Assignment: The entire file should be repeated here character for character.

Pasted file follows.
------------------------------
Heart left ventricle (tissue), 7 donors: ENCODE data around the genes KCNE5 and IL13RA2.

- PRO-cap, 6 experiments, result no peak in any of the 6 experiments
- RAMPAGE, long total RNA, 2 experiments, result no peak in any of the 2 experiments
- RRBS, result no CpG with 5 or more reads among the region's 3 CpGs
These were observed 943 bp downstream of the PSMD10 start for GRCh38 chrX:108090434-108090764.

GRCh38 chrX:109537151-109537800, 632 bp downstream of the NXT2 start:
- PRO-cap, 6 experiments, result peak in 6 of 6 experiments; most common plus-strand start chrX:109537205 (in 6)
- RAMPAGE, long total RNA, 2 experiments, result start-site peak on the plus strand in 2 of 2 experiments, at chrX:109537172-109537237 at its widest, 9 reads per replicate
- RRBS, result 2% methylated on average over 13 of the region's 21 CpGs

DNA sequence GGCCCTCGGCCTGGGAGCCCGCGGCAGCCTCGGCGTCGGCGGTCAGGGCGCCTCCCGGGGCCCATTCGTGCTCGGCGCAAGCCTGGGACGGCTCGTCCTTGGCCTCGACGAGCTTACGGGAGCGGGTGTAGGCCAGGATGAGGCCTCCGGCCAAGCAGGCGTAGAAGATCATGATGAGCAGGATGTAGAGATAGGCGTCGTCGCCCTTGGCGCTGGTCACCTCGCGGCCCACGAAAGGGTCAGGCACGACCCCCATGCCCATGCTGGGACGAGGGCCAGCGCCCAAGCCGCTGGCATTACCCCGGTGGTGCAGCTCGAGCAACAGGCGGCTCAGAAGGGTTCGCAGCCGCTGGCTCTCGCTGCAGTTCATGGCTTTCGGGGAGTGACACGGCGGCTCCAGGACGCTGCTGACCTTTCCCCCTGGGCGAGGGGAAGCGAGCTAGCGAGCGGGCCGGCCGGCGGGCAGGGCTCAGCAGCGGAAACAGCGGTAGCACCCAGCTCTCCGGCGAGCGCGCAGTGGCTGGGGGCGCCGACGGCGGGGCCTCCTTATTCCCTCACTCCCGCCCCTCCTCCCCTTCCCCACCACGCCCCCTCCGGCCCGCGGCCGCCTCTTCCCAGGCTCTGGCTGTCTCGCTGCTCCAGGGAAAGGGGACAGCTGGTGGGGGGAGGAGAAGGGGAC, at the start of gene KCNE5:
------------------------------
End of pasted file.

Heart left ventricle (tissue), 7 donors: ENCODE data around the genes KCNE5 and IL13RA2.

- PRO-cap, 6 experiments, result no peak in any of the 6 experiments
- RAMPAGE, long total RNA, 2 experiments, result no peak in any of the 2 experiments
- RRBS, result no CpG with 5 or more reads among the region's 3 CpGs
These were observed 943 bp downstream of the PSMD10 start for GRCh38 chrX:108090434-108090764.

GRCh38 chrX:109537151-109537800, 632 bp downstream of the NXT2 start:
- PRO-cap, 6 experiments, result peak in 6 of 6 experiments; most common plus-strand start chrX:109537205 (in 6)
- RAMPAGE, long total RNA, 2 experiments, result start-site peak on the plus strand in 2 of 2 experiments, at chrX:109537172-109537237 at its widest, 9 reads per replicate
- RRBS, result 2% methylated on average over 13 of the region's 21 CpGs

DNA sequence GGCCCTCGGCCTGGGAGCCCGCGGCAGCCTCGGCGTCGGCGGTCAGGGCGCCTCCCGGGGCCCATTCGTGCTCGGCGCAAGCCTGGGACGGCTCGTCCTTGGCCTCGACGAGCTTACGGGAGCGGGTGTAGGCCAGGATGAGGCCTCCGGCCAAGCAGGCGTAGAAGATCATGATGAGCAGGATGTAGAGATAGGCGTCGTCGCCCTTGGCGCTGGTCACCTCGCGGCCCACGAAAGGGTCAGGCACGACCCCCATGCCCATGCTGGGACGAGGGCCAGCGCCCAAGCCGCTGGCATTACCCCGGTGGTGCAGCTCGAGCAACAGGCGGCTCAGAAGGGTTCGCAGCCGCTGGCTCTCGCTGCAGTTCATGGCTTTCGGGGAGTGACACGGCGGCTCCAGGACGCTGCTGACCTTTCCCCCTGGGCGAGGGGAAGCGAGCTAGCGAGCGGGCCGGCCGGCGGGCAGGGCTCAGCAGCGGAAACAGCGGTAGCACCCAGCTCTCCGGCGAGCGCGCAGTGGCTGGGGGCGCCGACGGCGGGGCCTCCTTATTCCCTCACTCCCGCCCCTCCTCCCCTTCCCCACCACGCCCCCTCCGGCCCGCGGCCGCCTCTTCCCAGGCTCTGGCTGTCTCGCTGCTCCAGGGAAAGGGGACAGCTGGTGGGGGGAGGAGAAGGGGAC, at the start of gene KCNE5: